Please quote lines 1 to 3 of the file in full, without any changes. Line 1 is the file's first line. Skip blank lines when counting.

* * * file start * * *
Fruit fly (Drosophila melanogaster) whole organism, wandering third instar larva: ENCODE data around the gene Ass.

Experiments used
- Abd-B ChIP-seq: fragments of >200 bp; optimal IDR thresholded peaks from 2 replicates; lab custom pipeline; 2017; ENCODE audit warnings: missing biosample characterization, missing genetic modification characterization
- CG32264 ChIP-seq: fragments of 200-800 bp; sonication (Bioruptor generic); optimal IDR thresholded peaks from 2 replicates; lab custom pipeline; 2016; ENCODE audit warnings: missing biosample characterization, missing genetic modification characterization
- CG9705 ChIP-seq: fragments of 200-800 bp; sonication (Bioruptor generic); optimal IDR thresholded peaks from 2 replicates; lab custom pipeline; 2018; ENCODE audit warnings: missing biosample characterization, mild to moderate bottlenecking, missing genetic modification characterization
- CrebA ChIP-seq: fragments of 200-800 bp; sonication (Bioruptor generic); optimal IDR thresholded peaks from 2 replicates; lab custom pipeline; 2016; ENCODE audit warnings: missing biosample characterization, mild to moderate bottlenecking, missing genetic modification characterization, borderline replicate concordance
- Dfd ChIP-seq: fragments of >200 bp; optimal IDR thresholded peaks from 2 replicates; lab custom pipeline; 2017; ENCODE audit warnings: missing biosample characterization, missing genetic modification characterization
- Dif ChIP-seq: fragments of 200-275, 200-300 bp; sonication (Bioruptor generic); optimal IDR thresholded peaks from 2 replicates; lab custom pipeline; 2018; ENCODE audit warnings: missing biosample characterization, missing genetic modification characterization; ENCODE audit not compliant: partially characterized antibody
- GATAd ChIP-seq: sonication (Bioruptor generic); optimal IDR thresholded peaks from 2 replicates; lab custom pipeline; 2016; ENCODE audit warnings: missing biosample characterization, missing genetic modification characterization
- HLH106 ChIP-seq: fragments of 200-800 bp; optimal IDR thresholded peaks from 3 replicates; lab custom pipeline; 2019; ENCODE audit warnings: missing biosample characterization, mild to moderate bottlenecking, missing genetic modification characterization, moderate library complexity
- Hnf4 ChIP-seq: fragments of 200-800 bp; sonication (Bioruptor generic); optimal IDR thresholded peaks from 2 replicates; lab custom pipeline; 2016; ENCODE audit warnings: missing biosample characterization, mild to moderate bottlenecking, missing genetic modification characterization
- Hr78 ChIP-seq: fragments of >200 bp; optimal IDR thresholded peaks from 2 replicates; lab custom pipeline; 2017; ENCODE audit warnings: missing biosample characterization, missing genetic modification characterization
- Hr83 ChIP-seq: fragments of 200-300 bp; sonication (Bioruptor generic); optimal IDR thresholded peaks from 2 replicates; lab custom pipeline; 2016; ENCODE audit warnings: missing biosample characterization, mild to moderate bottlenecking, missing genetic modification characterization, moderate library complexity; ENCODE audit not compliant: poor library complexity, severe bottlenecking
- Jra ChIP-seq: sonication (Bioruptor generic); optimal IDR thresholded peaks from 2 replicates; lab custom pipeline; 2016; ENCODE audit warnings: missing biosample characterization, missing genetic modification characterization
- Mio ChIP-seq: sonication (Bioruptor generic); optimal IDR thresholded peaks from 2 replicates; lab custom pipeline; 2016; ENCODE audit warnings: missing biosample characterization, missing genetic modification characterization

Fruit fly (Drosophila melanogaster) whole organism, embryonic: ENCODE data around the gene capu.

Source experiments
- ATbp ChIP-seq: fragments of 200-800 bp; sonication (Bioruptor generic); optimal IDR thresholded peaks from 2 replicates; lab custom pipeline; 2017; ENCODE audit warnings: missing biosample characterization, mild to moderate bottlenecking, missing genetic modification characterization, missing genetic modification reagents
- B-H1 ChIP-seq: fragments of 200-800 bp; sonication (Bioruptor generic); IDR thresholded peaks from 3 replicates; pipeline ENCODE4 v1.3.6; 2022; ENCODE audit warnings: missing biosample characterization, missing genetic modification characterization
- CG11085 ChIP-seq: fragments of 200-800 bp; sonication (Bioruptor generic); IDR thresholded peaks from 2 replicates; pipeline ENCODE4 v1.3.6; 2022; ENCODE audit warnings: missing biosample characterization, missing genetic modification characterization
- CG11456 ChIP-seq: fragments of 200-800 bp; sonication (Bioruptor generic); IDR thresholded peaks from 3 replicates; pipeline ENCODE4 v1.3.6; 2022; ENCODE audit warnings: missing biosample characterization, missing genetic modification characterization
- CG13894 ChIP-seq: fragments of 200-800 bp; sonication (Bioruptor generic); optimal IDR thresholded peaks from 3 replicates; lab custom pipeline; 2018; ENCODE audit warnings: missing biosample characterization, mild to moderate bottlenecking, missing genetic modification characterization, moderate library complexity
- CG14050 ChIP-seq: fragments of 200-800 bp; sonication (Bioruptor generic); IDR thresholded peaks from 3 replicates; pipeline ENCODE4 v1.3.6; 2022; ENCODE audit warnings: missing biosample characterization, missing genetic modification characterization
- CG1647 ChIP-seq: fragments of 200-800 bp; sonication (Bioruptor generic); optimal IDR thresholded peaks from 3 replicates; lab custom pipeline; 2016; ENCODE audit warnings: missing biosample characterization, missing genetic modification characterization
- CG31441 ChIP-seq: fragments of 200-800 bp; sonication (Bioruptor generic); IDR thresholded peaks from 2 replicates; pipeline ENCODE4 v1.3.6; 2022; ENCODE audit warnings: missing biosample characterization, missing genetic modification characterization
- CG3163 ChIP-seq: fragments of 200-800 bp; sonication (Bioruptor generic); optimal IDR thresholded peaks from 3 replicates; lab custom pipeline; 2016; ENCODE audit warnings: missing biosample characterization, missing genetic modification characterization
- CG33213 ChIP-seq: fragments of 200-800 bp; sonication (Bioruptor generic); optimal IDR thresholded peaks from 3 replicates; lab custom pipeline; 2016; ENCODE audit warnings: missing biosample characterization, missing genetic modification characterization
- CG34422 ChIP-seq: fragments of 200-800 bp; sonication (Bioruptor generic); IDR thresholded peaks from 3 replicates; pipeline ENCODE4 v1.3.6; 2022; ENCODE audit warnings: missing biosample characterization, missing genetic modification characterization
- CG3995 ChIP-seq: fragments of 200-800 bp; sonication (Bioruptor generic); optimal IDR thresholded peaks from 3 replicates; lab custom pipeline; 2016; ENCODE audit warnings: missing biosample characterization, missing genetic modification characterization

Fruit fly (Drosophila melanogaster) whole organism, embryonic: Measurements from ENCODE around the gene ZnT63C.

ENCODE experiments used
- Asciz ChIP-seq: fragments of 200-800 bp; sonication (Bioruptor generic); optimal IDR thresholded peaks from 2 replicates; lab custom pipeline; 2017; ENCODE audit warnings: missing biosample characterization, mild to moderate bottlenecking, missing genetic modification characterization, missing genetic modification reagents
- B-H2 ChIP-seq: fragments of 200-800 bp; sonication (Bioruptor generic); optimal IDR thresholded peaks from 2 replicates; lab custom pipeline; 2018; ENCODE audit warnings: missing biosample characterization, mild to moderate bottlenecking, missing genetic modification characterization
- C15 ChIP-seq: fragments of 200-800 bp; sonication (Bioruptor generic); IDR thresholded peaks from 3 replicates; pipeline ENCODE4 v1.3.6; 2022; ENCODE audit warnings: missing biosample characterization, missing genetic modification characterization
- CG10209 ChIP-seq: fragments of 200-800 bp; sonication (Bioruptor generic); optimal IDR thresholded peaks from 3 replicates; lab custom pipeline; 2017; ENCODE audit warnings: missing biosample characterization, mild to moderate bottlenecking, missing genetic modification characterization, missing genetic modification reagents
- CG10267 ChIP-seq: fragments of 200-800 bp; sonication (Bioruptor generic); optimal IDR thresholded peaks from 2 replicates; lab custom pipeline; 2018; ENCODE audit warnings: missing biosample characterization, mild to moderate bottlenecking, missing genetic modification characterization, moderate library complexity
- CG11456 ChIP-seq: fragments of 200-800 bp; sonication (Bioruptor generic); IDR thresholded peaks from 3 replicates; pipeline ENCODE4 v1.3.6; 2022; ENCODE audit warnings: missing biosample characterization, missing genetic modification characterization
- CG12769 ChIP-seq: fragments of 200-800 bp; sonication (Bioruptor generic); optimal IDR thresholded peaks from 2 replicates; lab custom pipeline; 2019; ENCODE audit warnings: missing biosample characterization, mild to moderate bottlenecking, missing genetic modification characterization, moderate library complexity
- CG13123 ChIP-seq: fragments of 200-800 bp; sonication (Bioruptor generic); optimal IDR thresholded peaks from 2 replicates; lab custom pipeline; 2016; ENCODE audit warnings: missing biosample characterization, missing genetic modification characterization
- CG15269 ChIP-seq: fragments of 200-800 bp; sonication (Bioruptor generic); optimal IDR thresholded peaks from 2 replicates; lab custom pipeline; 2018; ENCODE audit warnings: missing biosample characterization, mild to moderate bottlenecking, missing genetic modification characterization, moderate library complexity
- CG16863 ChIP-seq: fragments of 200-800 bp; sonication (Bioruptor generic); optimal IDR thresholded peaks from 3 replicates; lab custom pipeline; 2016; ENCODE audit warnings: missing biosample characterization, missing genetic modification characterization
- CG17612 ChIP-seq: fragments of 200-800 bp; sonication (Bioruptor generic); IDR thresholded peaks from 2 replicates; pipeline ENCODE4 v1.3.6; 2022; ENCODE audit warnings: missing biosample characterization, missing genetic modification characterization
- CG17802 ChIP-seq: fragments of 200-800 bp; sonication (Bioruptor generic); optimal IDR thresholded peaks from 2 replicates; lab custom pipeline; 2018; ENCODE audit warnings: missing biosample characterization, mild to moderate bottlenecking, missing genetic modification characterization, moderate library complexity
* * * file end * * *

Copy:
Fruit fly (Drosophila melanogaster) whole organism, wandering third instar larva: ENCODE data around the gene Ass.

Experiments used
- Abd-B ChIP-seq: fragments of >200 bp; optimal IDR thresholded peaks from 2 replicates; lab custom pipeline; 2017; ENCODE audit warnings: missing biosample characterization, missing genetic modification characterization